Biogenic amines

Amino acids

Phenylalanine, glutamic acid, methionine

Amines

Choline

Positive lipids

Diacylglycerol (DG)

C36:2

Triglycerides (TG)

C54:2, C54:3, C54:4, C55:3, C56:3, C56:4, C56:5, C56:6, C58:5

Negative lipids

Free fatty acids

C20:4 (ω6)

Cluster 13: reflective of ALT levels

Biogenic amines

Amino acid metabolite

Kynurenine

Cluster 15: increasing over the four phases

Positive lipids

Phosphatidylcholine (PC)

C38:4

Sphingomeylins (SM)

C18:1/25:0

Triglycerides (TG)

C42:1, C52:2, C55:2

Negative lipids

Lysophosphatidylethanolamine (LPE)

C18:1, C20:3 (ω3ω6), C20:4

Cluster 23: reflective of HBV DNA levels

Acyl-carnitines

Acylcarnitines

Decanoylcarnitine

Negative lipids

Free fatty acids

C20:3 (ω3ω6), C22:4

The significant metabolites are divided into their clusters indicative of their trend and all had an ANOVA p value <0.05

Metabolite clusters showing a “stable” increased or decreased trend over the four clinical phases of chronic HBV

Clusters 6 (Fig. 3a) and 8 (Fig. 3b) represent metabolites significantly altered in the IT phase compared with HCs and whose alteration persisted throughout the progression of chronic HBV infection with stable increased or decreased trends. Cluster 6 contained seven plasmalogen phospholipid and lysophospholipid species, of which three were significantly up-regulated in the IT phase compared with the HCs, having sustained increased levels across the four clinical phases. We named this cluster the “ROS-plasmalogen cluster”. Four non-enzymatic route oxylipins (10-, 11-, 13-, and 14-HDoHEs) grouped within cluster 6 indicate maintained oxidative stress experienced during the progression of chronic HBV infection. Interestingly, the choline catabolic metabolites betaine and sarcosine were also in the ROS-plasmalogen cluster, which may suggest some degree of choline metabolism perturbation. The amine metabolites carnitine and ornithine were identified as significantly changing over the clinical phases (Table 4). Carnitine is the free fatty acid transporter metabolite and indicates significant dysregulation during chronic HBV infection (p < 0.001). The IT and IC phases had lower carnitine levels compared with the IA and ENEG phases, reflecting increased energy requirements during these phases. Ornithine is a urea cycle intermediate together with citrulline (cluster 9, p = 0.006), indicating a dysregulated urea cycle, worsening with the progression of chronic HBV infection as both had their highest levels in the ENEG phase.

Cluster 8 represents the opposite trend, showing a stable decline of metabolite levels across the four clinical phases compared with HCs. Cluster 8 was labeled the “choline phospholipid cluster” as it comprises 14 phosphatidylcholines and 21 lysophosphatidylcholines. The strong initial reduction of choline phospholipids, together with the subsequent maintenance of the reduced levels over the four clinical phases, hints towards an imprinted metabolic alteration. Only the sn1 and sn2 lysophosphatidylcholine C20:3 species showed significant fluctuations during the progression of the clinical phases (Table 4). Three amines, including saccharopine, glutathione and γ-glutamyl glutamine, had stable decreased levels compared with HCs. The glutathione levels reflect diminished antioxidant capacity during chronic HBV, supporting the increased levels of lipid peroxidation products observed within cluster 6.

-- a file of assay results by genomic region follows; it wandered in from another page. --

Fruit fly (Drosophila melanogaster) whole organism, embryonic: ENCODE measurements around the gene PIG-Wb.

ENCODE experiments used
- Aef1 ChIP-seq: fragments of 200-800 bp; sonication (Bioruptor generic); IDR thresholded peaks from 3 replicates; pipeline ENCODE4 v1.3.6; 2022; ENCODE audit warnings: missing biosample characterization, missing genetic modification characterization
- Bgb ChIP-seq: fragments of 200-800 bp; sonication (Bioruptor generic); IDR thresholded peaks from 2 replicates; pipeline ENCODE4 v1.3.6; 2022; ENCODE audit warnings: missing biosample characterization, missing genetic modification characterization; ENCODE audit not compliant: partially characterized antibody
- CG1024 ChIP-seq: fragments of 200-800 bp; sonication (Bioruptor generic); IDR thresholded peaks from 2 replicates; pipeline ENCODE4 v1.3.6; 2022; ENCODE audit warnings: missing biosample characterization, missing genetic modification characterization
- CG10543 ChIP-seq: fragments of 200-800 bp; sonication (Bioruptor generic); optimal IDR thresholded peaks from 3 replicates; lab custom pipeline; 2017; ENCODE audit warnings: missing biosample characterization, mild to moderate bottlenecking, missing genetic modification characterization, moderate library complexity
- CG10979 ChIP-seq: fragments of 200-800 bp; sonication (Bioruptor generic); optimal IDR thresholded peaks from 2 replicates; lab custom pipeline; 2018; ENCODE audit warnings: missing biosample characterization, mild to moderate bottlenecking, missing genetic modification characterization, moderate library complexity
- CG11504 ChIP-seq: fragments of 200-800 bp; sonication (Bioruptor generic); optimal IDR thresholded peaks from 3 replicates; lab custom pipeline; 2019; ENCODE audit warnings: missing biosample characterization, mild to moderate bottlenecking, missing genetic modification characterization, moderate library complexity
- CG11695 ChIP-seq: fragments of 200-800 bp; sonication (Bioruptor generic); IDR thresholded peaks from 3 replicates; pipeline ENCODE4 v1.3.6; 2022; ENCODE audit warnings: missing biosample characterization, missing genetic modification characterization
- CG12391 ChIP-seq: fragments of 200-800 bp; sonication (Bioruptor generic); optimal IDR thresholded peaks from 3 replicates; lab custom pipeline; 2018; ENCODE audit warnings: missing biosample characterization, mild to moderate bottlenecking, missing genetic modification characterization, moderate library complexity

Metabolite clusters showing a trend for increasing over the clinical phases of chronic HBV

From the 24 clusters, clusters 10 (Fig. 3c) and 15 (Fig. 3d) were the most dense, containing 47 and 42 metabolites, respectively. Both clusters showed an increasing trend across the four clinical phases of chronic HBV infection, with their defining difference observed when taking the HCs into account.

Cluster 10 shows subtle changes between the HCs and the IT phase but significantly increased during the progression of chronic HBV infection to levels well above HC levels in the ENEG phase. Cluster 10 is dominated by 13 amino acids and 17 triglyceride species, composed of long and very long acyl species with a combined acyl chain length of between C54 and C60. Thus, this cluster is called the “very long chain triglyceride cluster”. During the progression over the four clinical phases, 9 of the 17 triglycerides were identified as significantly increasing, revealing a perturbed triglyceride metabolism (Table 4). The essential amino acids methionine and phenylalanine were identified as significantly changing over the clinical phases and have both been identified as markers of hepatic injury and had their highest levels in the ENEG phase [3133]. Choline, identified as significant and in cluster 10, is an integral part of glycerophospholipid and sphingolipid metabolism, acting as a functional lipid moiety. The increasing choline levels oppose that of its elevated catabolic metabolites betaine and sarcosine (cluster 6).